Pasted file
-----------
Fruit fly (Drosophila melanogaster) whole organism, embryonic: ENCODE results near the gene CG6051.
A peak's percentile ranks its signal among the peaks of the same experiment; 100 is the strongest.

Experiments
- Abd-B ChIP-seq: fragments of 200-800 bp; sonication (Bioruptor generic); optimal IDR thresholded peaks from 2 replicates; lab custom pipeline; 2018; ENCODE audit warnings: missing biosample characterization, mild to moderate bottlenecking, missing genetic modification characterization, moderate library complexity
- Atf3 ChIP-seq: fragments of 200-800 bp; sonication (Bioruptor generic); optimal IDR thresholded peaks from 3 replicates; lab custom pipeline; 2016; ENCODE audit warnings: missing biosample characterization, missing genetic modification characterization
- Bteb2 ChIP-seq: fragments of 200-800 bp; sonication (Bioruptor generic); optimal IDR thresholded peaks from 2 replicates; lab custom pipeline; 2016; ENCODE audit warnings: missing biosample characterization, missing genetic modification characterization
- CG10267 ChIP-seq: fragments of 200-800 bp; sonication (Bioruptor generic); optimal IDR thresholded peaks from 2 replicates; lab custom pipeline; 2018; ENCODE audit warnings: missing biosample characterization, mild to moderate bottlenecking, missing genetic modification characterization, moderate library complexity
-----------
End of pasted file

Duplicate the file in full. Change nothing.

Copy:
Fruit fly (Drosophila melanogaster) whole organism, embryonic: ENCODE results near the gene CG6051.
A peak's percentile ranks its signal among the peaks of the same experiment; 100 is the strongest.

Experiments
- Abd-B ChIP-seq: fragments of 200-800 bp; sonication (Bioruptor generic); optimal IDR thresholded peaks from 2 replicates; lab custom pipeline; 2018; ENCODE audit warnings: missing biosample characterization, mild to moderate bottlenecking, missing genetic modification characterization, moderate library complexity
- Atf3 ChIP-seq: fragments of 200-800 bp; sonication (Bioruptor generic); optimal IDR thresholded peaks from 3 replicates; lab custom pipeline; 2016; ENCODE audit warnings: missing biosample characterization, missing genetic modification characterization
- Bteb2 ChIP-seq: fragments of 200-800 bp; sonication (Bioruptor generic); optimal IDR thresholded peaks from 2 replicates; lab custom pipeline; 2016; ENCODE audit warnings: missing biosample characterization, missing genetic modification characterization
- CG10267 ChIP-seq: fragments of 200-800 bp; sonication (Bioruptor generic); optimal IDR thresholded peaks from 2 replicates; lab custom pipeline; 2018; ENCODE audit warnings: missing biosample characterization, mild to moderate bottlenecking, missing genetic modification characterization, moderate library complexity